You've heard the figures: In the U.S. almost 6 million people are currently living with age-related dementias - around 70% of those cases are due to Alzheimer's disease. More than 80% of those folks are 75 or older, but 200,000 are younger than 65. This year alone, 487,000 people over age 65 will develop AD. Today it's estimated that around one in every six women and one in every 10 men living past age 55 will develop some form of dementia.
You've also heard - repeatedly - that medications to treat Alzheimer's have essentially missed the mark time after time. From 1998 to 2017, there were about 146 failed attempts at developing AD drugs; in 2018 another six or so failed to meet the mark. This year Biogen stopped a trial and Roche announced that it was discontinuing two of its Alzheimer's Phase III trials, CREAD 1 and 2, after a preplanned interim analysis.
What you may not have heard, and what we're excited about, is the fact that you can take actions NOW that will radically delay or maybe even stop you from developing the condition. You can change your future, and in doing so make epigenetic changes that change your family's future as well.
"Fighting for My Life: How To Thrive in the Shadow of Alzheimer's" is a new book by Jamie Tyrone, a woman with a super-rare genetic predisposition for AD that affects only 2% of the population, and Dr. Marwan Sabbagh, director of Cleveland Clinic's Lou Ruvo Center for Brain Health. It details Jamie's remarkable journey from misdiagnosis to diagnosis, despair and determination as she joined forces with Dr. Sabbagh to fight for her brain health.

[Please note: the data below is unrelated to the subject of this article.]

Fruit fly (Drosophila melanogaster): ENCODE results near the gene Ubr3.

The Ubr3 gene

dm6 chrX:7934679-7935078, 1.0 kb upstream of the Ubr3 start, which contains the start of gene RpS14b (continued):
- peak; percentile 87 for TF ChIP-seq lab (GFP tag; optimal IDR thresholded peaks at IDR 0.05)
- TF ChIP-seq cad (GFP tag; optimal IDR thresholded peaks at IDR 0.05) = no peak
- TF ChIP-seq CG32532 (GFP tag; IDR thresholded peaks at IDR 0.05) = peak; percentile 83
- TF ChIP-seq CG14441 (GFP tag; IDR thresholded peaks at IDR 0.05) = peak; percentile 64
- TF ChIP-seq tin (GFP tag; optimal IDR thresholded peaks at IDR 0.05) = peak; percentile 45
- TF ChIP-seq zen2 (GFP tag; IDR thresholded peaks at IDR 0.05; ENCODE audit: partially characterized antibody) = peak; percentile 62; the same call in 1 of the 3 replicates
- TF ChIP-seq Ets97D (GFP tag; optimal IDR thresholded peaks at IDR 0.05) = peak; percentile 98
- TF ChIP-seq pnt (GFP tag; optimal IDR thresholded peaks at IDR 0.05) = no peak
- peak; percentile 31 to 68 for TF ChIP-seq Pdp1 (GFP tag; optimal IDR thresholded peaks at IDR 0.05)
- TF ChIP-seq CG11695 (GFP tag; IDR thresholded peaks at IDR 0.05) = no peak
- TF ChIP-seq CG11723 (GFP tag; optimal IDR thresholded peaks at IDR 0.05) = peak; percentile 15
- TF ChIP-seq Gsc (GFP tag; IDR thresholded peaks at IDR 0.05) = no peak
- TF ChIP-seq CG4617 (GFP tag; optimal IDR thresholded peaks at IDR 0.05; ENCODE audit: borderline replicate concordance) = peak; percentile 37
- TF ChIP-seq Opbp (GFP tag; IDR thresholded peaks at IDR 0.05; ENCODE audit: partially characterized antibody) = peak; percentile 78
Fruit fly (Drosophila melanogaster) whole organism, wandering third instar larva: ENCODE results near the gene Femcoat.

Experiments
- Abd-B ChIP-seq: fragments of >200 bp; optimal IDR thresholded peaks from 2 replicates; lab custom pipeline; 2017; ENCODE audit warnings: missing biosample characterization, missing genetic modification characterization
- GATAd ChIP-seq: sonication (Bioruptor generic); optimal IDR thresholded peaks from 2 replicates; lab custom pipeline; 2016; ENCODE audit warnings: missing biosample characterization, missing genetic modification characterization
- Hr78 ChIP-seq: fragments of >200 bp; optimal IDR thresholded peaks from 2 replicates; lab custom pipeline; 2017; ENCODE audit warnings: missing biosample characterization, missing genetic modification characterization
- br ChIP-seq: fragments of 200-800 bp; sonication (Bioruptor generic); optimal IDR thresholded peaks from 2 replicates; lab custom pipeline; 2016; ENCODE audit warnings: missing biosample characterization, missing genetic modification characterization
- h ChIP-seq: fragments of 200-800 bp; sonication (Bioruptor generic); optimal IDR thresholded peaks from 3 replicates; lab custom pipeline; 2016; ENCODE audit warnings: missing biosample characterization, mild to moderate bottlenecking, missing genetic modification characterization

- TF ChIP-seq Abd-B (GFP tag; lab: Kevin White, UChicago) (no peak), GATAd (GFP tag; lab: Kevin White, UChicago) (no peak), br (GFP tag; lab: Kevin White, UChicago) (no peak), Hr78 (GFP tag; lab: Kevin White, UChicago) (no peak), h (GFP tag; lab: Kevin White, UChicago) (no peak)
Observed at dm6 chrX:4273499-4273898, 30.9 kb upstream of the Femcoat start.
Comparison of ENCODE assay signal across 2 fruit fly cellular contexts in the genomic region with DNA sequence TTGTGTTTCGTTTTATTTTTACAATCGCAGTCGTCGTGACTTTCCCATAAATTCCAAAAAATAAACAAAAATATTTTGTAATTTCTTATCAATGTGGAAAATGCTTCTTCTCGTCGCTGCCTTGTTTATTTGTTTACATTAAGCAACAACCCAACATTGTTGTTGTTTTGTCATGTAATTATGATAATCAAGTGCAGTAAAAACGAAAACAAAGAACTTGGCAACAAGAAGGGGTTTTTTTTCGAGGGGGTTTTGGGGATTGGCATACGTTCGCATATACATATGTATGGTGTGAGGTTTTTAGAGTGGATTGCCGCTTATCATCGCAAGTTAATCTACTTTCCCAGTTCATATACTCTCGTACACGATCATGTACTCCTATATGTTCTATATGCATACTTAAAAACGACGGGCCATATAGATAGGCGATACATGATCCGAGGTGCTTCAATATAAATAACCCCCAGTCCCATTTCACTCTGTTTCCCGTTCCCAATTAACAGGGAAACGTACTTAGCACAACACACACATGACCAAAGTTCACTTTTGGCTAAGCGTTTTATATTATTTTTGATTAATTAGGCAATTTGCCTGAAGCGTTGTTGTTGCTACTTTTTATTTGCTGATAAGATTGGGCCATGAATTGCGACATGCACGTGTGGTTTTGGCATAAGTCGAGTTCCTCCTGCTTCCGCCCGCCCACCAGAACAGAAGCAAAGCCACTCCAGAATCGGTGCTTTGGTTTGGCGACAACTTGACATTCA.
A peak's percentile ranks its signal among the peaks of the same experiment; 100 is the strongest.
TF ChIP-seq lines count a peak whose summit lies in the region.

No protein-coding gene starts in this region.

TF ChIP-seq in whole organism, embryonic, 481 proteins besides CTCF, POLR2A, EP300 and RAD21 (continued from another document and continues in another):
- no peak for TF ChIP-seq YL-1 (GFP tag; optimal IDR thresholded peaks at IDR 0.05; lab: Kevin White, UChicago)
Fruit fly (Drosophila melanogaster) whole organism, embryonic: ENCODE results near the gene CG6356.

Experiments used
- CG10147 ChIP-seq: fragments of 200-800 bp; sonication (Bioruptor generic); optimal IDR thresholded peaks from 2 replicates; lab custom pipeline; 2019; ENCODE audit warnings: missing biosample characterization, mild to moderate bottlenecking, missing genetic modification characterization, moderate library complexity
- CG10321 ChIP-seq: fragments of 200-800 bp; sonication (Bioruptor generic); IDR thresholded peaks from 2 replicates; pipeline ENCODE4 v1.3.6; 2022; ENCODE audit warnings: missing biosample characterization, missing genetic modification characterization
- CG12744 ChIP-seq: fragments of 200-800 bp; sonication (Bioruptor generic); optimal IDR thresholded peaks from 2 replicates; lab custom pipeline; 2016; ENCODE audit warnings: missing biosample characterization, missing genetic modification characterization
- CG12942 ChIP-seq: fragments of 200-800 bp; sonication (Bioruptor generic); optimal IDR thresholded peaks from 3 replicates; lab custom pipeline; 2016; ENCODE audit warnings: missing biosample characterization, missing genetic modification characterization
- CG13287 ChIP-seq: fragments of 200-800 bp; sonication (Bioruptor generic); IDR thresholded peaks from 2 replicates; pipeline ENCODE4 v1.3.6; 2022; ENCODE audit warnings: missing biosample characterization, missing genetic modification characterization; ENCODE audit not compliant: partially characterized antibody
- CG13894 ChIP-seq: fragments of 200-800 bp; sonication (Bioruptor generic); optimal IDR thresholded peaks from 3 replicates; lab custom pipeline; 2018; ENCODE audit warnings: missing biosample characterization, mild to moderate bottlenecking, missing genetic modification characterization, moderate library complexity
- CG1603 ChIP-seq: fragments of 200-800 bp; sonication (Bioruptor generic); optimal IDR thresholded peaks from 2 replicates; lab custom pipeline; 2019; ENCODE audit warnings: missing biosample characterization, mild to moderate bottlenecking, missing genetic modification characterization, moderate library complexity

In it you'll learn about the sure-fire ways you can protect your brain so that you may never develop dementia, delay its onset or slow its progress. Dr. Sabbagh says: "Health conditions known to be associated with an increased risk of getting AD include high blood pressure, diabetes, high [LDL] cholesterol, [vascular] disease. There is a growing amount of evidence that optimizing health conditions does have downstream benefit of reducing risk for developing AD." Some facts:
- Women with Type 2 diabetes have twice the risk of developing Alzheimer's as nondiabetic women; if they also have a genetic predisposition (ApoE4) the risk is even higher.
- Obesity that first appears in middle age and causes visceral fat around the belly triggers a 72% increase in dementia risk.
- People who smoke and develop AD develop it eight years earlier than non-smokers. In addition, smoking at midlife is associated with a more than 100% increase in risk of dementia.
You can avoid all that, says Dr. Sabbagh, if you ...
1. Adopt a healthful diet. The best? The MIND diet and the What To Eat When diet are blends of the Mediterranean and DASH diets. They focus on foods rich in B complex vitamins (such as B-6, B-12 and folates), anti-inflammatories like vitamin C from fruits and veggies, and unsaturated fats from healthy oils in fatty fish, nuts and olives. You embrace spices like turmeric and cinnamon, ditch sugary and refined foods, and foods with saturated fats.
2. Get regular physical exercise, turn off the TV, push back your desk chair, stand up, move and walk. We recommend 10,000 steps a day, plus a minimum of 150 minutes a week of aerobic exercise (300 is better!), and 30 minutes of resistance exercises twice a week.
3. Tamp down your stress response (highly inflammatory) with daily meditation. There are many types - from the moving meditation of tai chi, to mindful or breath-awareness mediation.
For help finding quality physical and emotional care for someone with Alzheimer's check out the Alzheimer's Association at www.alz.org or the National Institute on Aging at www.nia.nih.gov; and pick up a copy of "Fighting for My Life," inspired by Jamie's journey.
Distributed by King Features Syndicate, Inc.